Meanwhile in Iraq: Elections feature three Shi’ite leaders with significant differences

Special to WorldTribune.com

Radio Free Europe / Radio Liberty

Iraqis started voting on May 12 in the country’s first parliamentary elections since Baghdad declared victory over the Islamic State (IS) and routed the extremist group from most Iraqi territory last year.

Prime Minister Haidar al-Abadi, a Shi’a who has sought to balance the competing influences of Washington and Teheran, is marginally ahead in opinion polls ahead of the vote.

Iraqi Prime Minister Haidar al-Abadi. / Toru Hanal / Reuters

Abadi’s Victory Alliance list got a big boost in the polls from public approval of his proclaimed victory in December over IS, which at one point in 2014 occupied one-third of Iraq’s territory.

Polls show Abadi also won approval for forcefully putting a stop to a bid by Iraq’s autonomous Kurdish region to declare independence last year. But he lacks charisma and has been blamed for failing to improve the economy.

Abadi also cannot rely solely on votes from the Shi’ite community to win another term in office, as Iraq’s majority Shi’a are unusually split this year between three rival candidates.

Making up for the lack of united backing from Shi’a, polls show Abadi has drawn an unusual level of support in the northern city of Mosul and other areas dominated by Sunnis who were liberated from IS.

Abadi’s two main challengers, also Shi’as, are his predecessor Nuri al-Maliki and Iranian-backed Shi’ite militia commander Hadi al-Amiri. Both rivals are seen as closer to Teheran than Abadi.

When he was prime minister, critics say Maliki’s pro-Shi’a policies created a polarized atmosphere that enabled IS to gain sympathy among Sunnis as it swept across northern and western Iraq in 2014.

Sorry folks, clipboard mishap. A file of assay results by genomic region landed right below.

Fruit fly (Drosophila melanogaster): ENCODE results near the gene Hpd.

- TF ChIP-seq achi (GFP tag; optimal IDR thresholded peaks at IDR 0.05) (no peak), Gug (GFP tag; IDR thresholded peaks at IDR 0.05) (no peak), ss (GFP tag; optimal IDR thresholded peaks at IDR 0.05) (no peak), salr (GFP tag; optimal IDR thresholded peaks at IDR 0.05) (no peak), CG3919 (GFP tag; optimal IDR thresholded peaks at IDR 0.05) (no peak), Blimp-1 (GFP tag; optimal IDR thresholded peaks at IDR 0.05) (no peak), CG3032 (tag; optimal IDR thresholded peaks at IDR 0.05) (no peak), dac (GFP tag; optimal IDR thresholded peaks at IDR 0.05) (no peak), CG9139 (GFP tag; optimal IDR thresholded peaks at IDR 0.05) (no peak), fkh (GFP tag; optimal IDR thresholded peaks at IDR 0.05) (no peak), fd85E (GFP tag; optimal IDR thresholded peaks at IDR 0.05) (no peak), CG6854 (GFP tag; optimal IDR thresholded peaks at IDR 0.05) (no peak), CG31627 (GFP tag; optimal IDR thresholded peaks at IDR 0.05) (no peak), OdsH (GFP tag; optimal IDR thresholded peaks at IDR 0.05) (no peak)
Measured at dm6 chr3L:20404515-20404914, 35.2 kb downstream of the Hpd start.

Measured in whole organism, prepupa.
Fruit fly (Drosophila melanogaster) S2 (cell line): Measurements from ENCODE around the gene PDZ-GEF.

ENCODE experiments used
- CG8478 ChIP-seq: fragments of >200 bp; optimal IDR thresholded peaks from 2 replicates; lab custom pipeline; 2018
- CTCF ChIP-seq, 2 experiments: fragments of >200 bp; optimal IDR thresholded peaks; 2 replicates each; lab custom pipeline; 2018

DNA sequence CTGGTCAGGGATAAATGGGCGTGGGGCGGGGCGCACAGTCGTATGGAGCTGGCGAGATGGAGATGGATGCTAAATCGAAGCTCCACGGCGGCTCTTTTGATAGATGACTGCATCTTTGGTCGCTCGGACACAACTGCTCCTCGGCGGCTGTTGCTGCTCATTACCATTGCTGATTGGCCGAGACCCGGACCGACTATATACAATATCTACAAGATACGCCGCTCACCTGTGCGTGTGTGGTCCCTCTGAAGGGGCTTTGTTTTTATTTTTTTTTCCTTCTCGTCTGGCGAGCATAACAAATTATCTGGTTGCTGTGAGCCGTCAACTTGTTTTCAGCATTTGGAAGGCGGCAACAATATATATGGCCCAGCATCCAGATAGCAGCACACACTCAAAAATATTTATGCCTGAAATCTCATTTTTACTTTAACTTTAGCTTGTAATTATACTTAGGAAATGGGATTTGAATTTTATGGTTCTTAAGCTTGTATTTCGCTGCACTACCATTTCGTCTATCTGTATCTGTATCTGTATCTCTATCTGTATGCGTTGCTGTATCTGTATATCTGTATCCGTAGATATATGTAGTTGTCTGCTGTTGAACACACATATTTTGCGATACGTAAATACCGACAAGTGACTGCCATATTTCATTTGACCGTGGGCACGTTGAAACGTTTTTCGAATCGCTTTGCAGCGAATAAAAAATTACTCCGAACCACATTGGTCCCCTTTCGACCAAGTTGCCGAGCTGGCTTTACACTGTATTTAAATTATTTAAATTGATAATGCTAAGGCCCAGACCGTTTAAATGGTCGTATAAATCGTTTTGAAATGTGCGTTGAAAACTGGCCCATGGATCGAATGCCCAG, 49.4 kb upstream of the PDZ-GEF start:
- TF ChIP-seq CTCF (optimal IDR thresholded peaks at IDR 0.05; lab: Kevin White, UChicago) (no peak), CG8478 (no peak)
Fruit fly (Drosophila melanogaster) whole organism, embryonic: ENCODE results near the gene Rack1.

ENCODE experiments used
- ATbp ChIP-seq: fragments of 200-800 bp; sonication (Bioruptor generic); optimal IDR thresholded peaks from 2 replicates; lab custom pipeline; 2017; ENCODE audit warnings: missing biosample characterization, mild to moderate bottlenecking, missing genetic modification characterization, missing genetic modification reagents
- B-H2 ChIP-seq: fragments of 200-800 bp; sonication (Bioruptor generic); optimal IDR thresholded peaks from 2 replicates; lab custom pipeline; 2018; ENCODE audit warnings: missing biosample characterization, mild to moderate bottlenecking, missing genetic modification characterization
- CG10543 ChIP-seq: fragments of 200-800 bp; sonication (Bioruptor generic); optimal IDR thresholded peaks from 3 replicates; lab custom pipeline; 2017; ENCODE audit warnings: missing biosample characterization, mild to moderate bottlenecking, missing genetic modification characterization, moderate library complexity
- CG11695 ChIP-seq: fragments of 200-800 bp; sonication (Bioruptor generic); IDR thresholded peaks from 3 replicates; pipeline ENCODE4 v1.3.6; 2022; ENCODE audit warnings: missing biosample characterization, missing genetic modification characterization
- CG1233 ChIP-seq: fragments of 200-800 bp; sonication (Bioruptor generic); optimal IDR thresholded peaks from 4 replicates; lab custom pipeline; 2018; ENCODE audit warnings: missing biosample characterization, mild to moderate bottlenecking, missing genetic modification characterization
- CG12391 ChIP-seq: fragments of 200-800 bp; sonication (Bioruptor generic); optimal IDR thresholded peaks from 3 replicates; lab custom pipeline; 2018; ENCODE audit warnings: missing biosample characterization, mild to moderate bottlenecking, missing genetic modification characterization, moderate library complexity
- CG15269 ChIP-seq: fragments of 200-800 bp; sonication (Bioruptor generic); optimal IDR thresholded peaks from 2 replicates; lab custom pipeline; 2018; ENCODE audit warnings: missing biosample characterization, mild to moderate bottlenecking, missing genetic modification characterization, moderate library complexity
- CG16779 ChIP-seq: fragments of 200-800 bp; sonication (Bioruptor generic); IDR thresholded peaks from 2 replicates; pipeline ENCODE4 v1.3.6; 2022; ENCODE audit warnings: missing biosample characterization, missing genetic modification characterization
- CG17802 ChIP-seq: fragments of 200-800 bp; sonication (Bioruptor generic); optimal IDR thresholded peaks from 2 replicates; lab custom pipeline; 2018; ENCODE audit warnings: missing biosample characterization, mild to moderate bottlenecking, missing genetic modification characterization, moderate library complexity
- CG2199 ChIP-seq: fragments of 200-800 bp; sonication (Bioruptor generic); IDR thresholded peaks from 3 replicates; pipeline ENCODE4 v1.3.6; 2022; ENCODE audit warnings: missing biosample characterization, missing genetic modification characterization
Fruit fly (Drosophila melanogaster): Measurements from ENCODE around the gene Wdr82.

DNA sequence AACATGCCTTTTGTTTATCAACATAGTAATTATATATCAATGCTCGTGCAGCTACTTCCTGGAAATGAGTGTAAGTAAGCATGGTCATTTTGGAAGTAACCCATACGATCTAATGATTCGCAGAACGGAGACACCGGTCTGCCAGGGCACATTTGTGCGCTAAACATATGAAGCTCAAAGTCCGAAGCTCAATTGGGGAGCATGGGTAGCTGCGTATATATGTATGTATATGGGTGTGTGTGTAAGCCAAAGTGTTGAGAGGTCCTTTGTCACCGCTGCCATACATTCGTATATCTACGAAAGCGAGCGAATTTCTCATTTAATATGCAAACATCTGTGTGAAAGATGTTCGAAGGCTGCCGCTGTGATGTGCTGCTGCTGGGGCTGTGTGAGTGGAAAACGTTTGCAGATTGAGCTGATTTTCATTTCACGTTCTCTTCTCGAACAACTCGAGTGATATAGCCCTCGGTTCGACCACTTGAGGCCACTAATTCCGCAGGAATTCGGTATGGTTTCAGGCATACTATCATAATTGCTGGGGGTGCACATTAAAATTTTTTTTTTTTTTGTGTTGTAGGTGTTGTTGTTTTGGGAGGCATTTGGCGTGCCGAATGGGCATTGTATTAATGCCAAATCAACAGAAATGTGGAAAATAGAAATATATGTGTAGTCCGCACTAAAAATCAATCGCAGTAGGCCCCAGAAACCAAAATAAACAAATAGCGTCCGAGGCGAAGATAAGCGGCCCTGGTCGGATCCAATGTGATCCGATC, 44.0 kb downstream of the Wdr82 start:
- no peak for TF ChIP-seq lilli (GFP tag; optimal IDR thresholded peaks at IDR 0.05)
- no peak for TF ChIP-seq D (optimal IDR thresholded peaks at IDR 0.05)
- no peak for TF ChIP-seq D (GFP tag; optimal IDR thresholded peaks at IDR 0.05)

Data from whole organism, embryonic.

In his comeback attempt, Maliki is promising to strengthen the role of Shi’a in Iraq’s government once again.

His rival Amiri spent more than two decades fighting Saddam Hussein from exile in Iran and speaks fluent Farsi.

Amiri leads the Badr Organization, which was the backbone of the volunteer forces that helped to defeat IS along with Iraqi government troops and U.S.-backed Western coalition forces.

Amiri hopes to capitalize on his battlefield successes. Victory for Amiri would be seen as a big a win for Iran, which has sought to increase its influence in Iraq and the wider region.

After the fall of Saddam in 2003, decades of dominance by his Sunni-led Baath party came to an end and senior government positions were unofficially split between Iraq’s three main ethnic and religious groupings.

The post of prime minister was reserved for a Shi’a, the parliamentary speaker is Sunni, and the ceremonial presidency has gone to a Kurd. All three posts are chosen by parliament.

In the elections, nearly 7,000 candidates, including 2,011 women, are vying for seats in the 329-member parliament.

The splits among the country’s Shi’ite factions make it unlikely for a single party to secure enough seats to form a government on its own.

Some 22.5 million Iraqis are eligible to vote, according to official figures. Official results are expected to be announced on May 13.

Iraqi authorities have tightened security for the election, amid fears of attacks by IS remnants. Last month, IS threatened to attack Iraq’s polling stations, saying any participant in the vote would be targeted.

Cells thought to be linked to the radical group have mounted scattered attacks across Iraq since Abadi in December declared the recapture of all territory seized by the extremists.

As a result, some 900,000 police and soldiers have been deployed to secure voting places. The country’s border crossings and airports also were closed at midnight on May 11 and will stay closed until the end of the one-day balloting.

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